Trojan

Dog Wars app hides a Trojan

The last time we talked about the Dog Wars app was back in April when Michael Vick spoke out against it after getting busted for running a dog fighting ring. That app is still around and now, there are reports that the app has been infected with a Trojan. The Trojan in this case is less "steal from you" and more "embarrass you."

Android Virus Served up by User MYOURNET

As you're reading this, the threat is essentially over, that is, supposing you didn't download the apps in question before Google shut this whole situation down. As this sort of thing requires action first, details second, we'll begin by saying that all of the apps that were serving Malware were hosted by user MYOURNET and should now be taken down from the Android Marketplace. The full list of these apps can be found below.

[ALERT] New Trojan called Hong Tou Tou lurking

One of the good things about Android is that it's open source. But on the other hand, that also means it can sometimes be the Wild West out there with exploits sneaking in under the guise of legitimate looking apps. Such is the case as Lookout's official blog has an alert for a Trojan known as "Hong Tou Tou."

Lookout Mobile Security Analyzes that Super Evil Geinimi Trojan

Oh that crappy ol' Geinimi Trojan making its way around the Android world has been analyzed those superheroes of mobile security: Lookout (or lookout, with the lower-case L if you please.) Making a big bad name for themselves since their inception, this is definitely a power-play on the part of those that plant the nice green leaf at the upper-left of your Android screen. They've taken the time to take apart the trojan for your pleasure and so that you might be smart when it comes to avoiding or, god forbid, dealing with it.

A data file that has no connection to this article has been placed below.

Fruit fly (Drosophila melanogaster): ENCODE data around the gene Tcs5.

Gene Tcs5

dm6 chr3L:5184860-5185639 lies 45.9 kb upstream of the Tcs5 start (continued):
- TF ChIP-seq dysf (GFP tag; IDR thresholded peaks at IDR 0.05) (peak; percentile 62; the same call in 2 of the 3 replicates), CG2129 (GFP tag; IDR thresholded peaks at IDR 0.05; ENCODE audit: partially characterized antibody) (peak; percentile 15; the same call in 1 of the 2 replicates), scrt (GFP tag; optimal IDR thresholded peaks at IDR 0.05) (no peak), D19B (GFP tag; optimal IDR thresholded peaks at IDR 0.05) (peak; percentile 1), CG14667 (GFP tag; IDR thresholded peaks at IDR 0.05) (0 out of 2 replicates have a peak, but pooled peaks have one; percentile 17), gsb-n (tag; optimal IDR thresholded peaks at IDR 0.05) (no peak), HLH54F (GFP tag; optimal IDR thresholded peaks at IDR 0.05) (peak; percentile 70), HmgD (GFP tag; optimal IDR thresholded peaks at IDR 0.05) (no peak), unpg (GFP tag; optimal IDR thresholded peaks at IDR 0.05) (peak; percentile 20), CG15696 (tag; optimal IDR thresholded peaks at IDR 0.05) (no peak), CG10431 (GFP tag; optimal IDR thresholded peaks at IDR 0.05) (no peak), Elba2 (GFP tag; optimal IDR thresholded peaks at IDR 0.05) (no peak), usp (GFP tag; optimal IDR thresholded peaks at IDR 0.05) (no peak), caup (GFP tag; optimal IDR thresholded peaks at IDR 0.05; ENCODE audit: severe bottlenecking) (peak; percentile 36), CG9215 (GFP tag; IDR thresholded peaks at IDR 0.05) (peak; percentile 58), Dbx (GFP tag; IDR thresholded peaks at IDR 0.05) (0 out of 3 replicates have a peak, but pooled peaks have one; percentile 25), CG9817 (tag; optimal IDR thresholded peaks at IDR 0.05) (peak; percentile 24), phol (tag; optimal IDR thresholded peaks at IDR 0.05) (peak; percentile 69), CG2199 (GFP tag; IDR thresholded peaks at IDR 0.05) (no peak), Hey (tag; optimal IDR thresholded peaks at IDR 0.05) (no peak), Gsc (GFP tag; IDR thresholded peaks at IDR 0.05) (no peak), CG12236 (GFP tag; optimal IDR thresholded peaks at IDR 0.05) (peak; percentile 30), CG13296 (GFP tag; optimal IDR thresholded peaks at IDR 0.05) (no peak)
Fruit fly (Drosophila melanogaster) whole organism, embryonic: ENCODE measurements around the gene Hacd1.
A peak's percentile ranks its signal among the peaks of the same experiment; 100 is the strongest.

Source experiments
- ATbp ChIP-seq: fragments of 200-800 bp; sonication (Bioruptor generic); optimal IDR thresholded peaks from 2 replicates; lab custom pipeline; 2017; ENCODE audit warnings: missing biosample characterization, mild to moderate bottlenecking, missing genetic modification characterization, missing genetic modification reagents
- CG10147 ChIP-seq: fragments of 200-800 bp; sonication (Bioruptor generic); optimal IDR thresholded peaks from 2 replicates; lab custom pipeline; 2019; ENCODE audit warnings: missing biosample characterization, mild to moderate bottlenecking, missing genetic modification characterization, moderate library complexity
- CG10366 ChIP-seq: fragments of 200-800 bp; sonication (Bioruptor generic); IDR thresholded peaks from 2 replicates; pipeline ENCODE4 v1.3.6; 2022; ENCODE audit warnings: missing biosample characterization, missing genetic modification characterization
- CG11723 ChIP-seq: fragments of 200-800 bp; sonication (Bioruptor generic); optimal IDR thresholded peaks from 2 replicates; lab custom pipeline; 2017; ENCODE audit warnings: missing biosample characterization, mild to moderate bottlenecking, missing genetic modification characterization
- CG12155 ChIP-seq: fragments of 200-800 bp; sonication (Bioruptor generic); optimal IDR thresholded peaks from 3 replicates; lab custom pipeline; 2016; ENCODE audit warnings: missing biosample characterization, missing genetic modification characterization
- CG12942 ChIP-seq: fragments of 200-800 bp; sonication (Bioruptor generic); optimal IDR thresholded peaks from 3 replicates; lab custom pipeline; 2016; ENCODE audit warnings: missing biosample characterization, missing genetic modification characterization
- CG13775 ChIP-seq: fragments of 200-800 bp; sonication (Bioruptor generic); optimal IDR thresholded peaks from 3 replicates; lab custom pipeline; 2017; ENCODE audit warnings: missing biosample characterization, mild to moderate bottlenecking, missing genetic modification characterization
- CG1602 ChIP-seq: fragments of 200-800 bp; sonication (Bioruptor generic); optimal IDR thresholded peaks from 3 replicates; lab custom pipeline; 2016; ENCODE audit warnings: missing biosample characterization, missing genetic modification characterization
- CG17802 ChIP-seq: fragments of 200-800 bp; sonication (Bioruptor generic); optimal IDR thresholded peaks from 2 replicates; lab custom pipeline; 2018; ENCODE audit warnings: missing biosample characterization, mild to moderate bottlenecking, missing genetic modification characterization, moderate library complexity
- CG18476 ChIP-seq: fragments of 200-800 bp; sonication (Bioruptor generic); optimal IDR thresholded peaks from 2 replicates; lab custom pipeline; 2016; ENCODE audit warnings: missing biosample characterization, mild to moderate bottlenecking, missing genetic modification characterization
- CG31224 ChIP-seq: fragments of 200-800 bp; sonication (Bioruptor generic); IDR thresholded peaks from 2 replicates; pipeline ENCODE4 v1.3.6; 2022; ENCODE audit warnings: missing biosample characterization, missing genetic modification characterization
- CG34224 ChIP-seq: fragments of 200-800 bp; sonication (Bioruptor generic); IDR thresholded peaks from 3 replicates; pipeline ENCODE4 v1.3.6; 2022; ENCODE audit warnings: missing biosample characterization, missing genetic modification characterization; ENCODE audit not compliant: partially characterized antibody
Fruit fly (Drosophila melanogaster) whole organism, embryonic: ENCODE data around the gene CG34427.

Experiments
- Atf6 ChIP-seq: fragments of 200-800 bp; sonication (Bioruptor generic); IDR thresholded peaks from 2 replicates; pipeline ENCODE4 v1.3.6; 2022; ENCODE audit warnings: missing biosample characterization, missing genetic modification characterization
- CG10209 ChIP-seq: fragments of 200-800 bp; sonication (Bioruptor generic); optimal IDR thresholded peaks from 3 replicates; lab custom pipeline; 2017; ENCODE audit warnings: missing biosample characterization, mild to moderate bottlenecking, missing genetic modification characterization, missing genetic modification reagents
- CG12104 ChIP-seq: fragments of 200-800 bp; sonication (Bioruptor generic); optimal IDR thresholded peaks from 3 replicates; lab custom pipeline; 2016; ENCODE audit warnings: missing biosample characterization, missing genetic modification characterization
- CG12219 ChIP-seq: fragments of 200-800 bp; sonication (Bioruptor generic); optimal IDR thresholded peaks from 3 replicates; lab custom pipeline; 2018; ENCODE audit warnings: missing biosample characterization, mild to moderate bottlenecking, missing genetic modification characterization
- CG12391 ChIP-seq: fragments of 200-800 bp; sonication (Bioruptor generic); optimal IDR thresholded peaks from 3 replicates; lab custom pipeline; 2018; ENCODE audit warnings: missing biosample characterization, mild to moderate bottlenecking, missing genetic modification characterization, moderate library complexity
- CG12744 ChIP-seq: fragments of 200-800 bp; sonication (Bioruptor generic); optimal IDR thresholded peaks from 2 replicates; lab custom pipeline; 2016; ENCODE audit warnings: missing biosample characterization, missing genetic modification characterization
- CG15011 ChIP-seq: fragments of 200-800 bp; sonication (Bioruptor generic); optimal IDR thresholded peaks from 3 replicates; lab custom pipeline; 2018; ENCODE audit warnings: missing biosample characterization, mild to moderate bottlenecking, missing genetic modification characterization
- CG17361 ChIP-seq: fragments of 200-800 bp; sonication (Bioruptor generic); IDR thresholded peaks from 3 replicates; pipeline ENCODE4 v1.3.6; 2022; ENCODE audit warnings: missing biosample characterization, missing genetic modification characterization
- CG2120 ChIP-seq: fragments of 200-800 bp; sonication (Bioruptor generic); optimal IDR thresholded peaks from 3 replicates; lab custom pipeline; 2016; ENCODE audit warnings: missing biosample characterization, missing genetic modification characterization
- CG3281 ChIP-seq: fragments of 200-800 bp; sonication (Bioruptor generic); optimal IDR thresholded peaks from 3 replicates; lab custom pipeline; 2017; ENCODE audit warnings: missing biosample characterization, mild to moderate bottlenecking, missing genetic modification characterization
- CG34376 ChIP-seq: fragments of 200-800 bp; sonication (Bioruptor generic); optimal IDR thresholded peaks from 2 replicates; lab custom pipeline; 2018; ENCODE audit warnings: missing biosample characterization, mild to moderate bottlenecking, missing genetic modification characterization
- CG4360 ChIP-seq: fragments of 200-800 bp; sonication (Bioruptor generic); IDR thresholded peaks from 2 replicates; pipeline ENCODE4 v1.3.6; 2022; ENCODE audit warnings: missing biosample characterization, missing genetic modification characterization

Geinimi Android trojan piggybacks 3rd-party apps & sends personal info to hackers

A new Android trojan has been discovered, Geinimi, capable of stripping information from a user's device and sending that to a third-party, or even allowing the handset's functionality to be remotely controlled. According to Lookout, the Geinimi malware is installed as a side-effect of compromised third-party applications; these have been found in Chinese app stores. Installed, the trojan sends the phone's location coordinates and unique identifiers for the device (IMEI) and SIM card (IMSI) to remote servers. Titles in the Android Market are clean, however, so only those users who side-load apps onto their smartphones should be at risk. Still, it's a good idea to check the security permissions on each app rather than blindly stab at the OK button, since these compromised Geinimi titles ask for far more access to your phone than a regular app might.

Another SMS Sending Trojan Released onto Android Devices

The latest SMS Trojan, Trojan-SMS-AndroidOS-FakePlayer-B, is now being distributed via Russian-language sites that are offering up video clips. Although it has not yet been spotted on any other sites, it could make it’s way to english based and other sites in the near future. When you visit this site on another mobile platform you receive the desired clip, however, if you are running the Android OS the trojan will download itself (with your unaware consent). This particular method of delivery implies that the people who are running and hosting these sites are in on the scam and it’s not accidental.
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